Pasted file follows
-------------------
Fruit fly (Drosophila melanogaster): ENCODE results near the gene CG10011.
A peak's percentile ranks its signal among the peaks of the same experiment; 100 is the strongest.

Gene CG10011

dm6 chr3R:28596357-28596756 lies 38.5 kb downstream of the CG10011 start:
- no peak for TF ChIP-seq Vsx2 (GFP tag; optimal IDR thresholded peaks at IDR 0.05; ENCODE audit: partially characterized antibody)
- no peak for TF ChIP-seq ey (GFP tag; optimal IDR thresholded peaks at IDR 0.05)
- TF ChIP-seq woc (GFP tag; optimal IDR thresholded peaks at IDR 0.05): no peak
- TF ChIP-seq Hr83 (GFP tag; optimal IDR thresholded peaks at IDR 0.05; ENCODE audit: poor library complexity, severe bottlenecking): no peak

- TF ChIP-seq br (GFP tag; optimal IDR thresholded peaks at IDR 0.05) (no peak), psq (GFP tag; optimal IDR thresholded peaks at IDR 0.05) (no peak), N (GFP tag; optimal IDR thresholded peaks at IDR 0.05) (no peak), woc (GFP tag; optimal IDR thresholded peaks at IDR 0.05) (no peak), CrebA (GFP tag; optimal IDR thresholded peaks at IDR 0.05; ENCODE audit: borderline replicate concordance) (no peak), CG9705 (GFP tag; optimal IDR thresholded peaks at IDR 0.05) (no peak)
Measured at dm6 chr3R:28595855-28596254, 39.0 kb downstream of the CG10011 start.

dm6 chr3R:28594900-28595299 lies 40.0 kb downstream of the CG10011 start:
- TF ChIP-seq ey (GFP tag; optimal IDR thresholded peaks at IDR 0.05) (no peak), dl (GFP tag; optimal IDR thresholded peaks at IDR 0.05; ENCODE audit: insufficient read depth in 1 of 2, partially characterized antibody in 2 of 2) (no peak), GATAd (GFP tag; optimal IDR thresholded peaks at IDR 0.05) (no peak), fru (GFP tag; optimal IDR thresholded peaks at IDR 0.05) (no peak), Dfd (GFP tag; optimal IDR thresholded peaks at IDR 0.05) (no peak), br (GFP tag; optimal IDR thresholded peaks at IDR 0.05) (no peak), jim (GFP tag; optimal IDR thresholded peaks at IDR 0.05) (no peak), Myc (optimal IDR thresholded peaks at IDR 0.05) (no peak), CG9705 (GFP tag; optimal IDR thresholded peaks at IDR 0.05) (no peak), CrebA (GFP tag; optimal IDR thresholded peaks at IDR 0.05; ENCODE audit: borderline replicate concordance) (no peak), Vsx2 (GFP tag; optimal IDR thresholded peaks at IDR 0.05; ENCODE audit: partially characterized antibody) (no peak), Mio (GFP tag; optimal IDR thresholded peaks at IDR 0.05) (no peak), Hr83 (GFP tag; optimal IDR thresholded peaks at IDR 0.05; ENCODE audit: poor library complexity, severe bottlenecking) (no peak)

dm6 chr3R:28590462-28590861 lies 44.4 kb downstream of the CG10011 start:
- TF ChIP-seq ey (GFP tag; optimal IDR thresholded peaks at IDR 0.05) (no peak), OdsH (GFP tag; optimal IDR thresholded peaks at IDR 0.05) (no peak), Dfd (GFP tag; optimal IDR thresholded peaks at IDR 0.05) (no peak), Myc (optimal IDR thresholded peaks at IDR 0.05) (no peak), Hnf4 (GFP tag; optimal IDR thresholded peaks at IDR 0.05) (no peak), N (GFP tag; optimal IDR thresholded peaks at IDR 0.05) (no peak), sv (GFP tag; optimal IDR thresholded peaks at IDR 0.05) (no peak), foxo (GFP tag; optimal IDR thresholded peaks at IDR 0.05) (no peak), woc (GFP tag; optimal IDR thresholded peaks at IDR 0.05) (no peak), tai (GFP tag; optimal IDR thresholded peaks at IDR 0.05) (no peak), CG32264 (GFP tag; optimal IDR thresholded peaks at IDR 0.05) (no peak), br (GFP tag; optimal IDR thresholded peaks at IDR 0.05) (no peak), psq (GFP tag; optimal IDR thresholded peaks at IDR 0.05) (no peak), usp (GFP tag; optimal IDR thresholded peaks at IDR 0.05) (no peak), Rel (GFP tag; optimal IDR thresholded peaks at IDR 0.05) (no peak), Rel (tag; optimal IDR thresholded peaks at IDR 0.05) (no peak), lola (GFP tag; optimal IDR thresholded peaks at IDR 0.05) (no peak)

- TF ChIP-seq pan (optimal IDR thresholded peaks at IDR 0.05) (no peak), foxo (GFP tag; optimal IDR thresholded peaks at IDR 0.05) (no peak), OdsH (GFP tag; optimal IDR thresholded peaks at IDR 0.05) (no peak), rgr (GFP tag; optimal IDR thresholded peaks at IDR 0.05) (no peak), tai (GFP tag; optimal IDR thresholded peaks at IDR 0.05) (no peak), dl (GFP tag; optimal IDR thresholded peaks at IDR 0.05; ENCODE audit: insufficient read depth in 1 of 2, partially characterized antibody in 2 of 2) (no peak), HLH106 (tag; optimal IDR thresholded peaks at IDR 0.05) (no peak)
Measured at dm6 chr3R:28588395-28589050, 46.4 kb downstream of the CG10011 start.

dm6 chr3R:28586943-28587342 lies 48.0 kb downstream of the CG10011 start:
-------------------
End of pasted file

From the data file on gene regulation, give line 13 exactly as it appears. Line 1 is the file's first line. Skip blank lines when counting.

dm6 chr3R:28590462-28590861 lies 44.4 kb downstream of the CG10011 start: